Guidance on the application of the split income rules for adults 15 December 2017 CRA Webpage

Example 1 (trust distribution to inactive under-25 child)

Opco dividend distributed by discretionary family trust to age-23 child who never worked in business is split income.

Example 6 (dividends following estate freeze)

Following Parent A (who previously had worked full-time in the business) effecting an estate freeze on Opco, his preferred shares will be redeemed over time, Child 1 (over 25) who works in the business over 20 hours per week will receive salary and Child 2 (also over 25) who does not work in the business and is employed elsewhere will receive, along with Child 1, distributions by a family trust of Opco dividends.

The deemed dividends received by Parent 1 are from an excluded business given Parent 1’s previous full-time work. Child 1’s trust distributions are excluded amounts but not those of Child 2 – but as Child 2 is in the top bracket, no additional tax will be paid.

28 March 2012 External T.I. 2011-0422531E5 F - Revenu fractionné

only a portion of s. 104(13) income might be split income

How is "split income" determined where, in a particular taxation year, a portion of the amount included in the income of a beneficiary of a trust under s. 104(13) satisfies the conditions for the application of clause (c)(ii)(C) of the definition while another portion does not? CRA responded:

Section 120.4 does not provide a rule for pro-rating income. Therefore, all facts must be analyzed to determine whether a portion of an amount allocated to a beneficiary of a trust is split income … .

Where, in a particular taxation year, a portion of an amount included in the income of a beneficiary of a trust by virtue of subsection 104(13) satisfies the conditions for the application of clause (c)(ii)(C) … while another portion does not satisfy those conditions … only that portion of the amount that meets [those] conditions … must be included in the calculation of split income for that beneficiary.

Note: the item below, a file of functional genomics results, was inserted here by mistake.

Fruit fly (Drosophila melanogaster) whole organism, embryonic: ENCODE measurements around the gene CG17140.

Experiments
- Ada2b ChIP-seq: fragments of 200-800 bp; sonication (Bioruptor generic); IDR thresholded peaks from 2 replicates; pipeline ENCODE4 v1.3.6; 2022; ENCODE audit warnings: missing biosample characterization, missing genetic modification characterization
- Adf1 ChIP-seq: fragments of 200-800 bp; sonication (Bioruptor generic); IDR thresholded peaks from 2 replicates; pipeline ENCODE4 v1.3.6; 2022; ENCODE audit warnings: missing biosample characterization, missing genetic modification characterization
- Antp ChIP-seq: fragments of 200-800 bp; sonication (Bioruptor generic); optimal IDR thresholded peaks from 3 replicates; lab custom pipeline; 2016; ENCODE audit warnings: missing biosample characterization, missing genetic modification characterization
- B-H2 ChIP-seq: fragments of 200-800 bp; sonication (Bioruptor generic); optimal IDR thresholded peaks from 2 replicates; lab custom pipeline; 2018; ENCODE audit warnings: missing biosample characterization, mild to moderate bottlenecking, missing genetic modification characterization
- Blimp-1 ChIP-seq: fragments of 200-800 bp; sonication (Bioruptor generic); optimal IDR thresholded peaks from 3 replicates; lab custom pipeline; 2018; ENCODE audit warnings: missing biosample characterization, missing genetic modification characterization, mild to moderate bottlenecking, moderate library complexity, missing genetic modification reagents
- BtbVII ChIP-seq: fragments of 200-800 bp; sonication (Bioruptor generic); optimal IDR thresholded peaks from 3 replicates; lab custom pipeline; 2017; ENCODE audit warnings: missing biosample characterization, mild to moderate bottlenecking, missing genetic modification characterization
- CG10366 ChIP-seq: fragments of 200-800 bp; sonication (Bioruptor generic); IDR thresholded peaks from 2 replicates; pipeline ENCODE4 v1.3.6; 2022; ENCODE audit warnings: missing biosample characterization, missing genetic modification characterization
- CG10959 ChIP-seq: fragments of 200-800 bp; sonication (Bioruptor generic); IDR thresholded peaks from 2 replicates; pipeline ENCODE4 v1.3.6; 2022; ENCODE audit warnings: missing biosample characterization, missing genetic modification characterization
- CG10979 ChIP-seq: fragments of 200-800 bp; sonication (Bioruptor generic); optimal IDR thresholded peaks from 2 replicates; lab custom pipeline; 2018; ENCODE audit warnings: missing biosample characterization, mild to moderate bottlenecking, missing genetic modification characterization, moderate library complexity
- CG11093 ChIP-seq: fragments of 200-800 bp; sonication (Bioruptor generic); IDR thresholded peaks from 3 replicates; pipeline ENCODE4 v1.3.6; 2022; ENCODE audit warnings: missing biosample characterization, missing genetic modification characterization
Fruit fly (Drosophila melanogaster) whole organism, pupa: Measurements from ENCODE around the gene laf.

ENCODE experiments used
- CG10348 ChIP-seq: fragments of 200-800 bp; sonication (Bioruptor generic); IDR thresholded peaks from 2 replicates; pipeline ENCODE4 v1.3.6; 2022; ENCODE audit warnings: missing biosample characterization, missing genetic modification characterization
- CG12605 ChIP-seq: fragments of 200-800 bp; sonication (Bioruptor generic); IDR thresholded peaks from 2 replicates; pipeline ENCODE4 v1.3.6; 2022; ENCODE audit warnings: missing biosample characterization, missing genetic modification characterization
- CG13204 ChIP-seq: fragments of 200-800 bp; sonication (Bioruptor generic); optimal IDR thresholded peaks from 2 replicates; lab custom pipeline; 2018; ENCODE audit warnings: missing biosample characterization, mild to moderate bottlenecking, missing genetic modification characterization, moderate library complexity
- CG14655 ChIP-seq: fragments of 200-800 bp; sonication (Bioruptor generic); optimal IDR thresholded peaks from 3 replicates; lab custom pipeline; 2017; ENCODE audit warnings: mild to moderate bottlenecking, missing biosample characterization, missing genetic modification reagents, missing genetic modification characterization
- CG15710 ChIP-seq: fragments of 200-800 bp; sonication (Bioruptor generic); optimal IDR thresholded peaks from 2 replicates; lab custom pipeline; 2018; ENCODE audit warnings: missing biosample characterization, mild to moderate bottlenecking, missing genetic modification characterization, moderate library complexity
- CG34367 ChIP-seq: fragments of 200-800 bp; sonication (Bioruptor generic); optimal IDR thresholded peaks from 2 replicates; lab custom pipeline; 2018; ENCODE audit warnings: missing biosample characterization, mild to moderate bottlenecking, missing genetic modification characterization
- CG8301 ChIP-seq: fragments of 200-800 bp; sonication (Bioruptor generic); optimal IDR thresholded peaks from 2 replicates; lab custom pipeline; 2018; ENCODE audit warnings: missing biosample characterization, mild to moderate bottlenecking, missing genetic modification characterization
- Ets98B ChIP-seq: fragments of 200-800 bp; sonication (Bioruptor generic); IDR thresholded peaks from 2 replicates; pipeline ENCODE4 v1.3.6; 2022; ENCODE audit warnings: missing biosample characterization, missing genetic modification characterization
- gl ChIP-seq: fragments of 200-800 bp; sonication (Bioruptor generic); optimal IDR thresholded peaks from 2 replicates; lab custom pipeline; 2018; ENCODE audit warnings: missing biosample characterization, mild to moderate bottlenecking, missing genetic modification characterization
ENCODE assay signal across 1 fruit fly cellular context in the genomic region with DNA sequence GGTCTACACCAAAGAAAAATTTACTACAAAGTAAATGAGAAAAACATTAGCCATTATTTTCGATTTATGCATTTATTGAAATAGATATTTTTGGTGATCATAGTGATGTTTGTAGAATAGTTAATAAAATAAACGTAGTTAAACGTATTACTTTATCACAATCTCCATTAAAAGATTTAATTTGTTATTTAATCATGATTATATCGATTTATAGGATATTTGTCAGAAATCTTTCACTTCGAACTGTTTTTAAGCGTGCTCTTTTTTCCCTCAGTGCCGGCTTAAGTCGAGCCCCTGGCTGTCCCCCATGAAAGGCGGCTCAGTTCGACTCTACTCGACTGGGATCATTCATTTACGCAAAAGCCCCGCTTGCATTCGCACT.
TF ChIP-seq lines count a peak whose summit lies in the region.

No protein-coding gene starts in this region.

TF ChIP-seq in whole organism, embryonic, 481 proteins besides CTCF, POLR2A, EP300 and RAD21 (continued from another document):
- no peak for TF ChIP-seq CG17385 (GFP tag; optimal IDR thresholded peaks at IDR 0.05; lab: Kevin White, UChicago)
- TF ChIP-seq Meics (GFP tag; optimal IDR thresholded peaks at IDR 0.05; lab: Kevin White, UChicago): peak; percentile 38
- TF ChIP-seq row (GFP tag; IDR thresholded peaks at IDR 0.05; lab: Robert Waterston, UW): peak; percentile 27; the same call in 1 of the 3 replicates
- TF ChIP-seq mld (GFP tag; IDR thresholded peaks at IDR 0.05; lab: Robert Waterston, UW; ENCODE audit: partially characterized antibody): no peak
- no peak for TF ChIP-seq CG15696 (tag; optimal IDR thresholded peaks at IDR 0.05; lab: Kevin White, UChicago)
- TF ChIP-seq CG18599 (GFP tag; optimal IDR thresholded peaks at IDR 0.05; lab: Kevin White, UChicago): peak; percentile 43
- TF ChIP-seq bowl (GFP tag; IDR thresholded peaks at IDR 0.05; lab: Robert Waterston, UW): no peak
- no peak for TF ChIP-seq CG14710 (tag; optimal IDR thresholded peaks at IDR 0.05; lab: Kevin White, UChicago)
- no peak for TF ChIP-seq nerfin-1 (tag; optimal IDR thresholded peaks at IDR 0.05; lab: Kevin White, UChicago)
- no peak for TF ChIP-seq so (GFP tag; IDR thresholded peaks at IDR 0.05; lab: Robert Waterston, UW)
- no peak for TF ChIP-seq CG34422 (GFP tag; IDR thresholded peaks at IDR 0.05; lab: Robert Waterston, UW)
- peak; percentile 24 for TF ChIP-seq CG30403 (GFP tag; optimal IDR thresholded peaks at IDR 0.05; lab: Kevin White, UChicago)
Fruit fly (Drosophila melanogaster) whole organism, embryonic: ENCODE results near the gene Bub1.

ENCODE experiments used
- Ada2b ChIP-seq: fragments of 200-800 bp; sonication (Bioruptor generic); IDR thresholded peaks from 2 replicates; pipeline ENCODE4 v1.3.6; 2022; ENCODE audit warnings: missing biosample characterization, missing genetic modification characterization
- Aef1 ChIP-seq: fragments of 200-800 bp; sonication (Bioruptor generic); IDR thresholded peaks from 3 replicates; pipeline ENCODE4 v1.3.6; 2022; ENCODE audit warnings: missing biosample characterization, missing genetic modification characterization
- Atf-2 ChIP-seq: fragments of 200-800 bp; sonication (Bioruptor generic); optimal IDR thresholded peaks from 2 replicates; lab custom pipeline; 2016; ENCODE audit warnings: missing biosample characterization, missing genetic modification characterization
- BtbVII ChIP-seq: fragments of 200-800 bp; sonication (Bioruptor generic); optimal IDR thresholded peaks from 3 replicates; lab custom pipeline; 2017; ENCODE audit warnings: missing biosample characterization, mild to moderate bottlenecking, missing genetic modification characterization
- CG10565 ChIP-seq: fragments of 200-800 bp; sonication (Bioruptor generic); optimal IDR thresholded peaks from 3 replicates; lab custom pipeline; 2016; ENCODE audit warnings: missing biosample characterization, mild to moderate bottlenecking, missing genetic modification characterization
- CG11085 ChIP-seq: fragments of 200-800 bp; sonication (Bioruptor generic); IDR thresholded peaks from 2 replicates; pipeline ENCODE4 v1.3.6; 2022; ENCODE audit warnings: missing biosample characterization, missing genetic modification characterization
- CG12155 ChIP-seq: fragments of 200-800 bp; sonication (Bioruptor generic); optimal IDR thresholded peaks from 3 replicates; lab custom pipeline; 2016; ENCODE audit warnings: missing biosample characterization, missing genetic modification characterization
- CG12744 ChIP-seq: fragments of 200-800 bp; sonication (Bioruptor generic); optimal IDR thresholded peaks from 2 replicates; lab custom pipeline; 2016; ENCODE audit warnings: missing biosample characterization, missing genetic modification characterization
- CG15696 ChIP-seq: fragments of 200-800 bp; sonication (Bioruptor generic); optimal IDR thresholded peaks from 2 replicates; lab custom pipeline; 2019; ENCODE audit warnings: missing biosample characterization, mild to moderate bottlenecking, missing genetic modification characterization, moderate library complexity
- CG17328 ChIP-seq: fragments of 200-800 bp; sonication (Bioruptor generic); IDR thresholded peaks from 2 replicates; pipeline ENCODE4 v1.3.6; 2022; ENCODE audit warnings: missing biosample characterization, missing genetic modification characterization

Clause (c)(ii)(D)

Administrative Policy

5 October 2018 APFF Financial Strategies and Instruments Roundtable Q. 4, 2018-0765811C6 F - Tax on Split Income

no TOSI on net rental income of spousal trust on properties managed by son if excluded amounts

A spousal trust for Jocelyne (“Trust”) holds five commercial rental properties (generating $250,000 in annual rents, which had been managed by her deceased husband). Is the income generated by Trust and distributed to Jeanne subject to the tax on split income where the Trust investments are managed by: Jocelyne’s son Julien who, as the sole trustee, manages the properties (e.g., repairs, rent collections, accounts); and Julien not as trustee but as Trust employee; and Julien, as neither.

CRA noted that the net rental income distributed to Jocelyne would come within s. (c)(ii)(D) of the definition of "split income" if “it was established that Julien actively engages on a regular basis in the activities of Trust” and that it also could be included under s. (c)(ii)(D ) – except that by virtue of s. (e)(i), the distribution would be an excluded amount if it was not derived directly or indirectly from a related business in respect of Jocelyne.

However, even if the distribution were not otherwise an excluded amount, it would likely be excluded under s. 120.4(1.1)(c)(ii).

Locations of other summaries Wordcount
Tax Topics - Income Tax Act - Section 120.4 - Subsection 120.4(1.1) - Paragraph 120.4(1.1)(c) - Subparagraph 120.4(1.1)(c)(ii) exclusion where rental portfolio of spousal trust was a directly-conducted business of deceased husband 302

9 October 2015 APFF Roundtable Q. 2, 2015-0595521C6 F - Meaning of "actively engaged"

IT-349R3 and IT-268R4 potentially relevant to meaing of "actively engaged on a regular basis"

The reference in (D) of the "split income" definition to "actively engaged on a regular basis" can reasonably be considered to be partly informed by judicial and CRA interpretations (e.g., in IT-349R3 and IT-268R4) accorded to the phrase "actively engaged on a regular and continuous basis" in provisions (e.g., s. 70(9)) dealing with farming or fishing businesses, as well as in the somewhat similar "specified member" definition in s. 248(1).

Paragraph (e)

Subparagraph (e)(ii)

Administrative Policy

5 October 2018 APFF Financial Strategies and Financial Instruments Roundtable Q. 3, 2018-0765801C6 F - Tax on Split Income

deemed s. 104(21) capital gains retained their character as stock market gains

Jean on his decease left proceeds of an insurance policy and non-registered investments (which had been acquired by him out of accumulated savings) under a trust (“Trust”) for the exclusive benefit of his surviving spouse (“Jeanne,” also a Canadian resident), and with two of their children as trustees. Is the income generated by Trust and distributed to Jeanne subject to the tax on split income?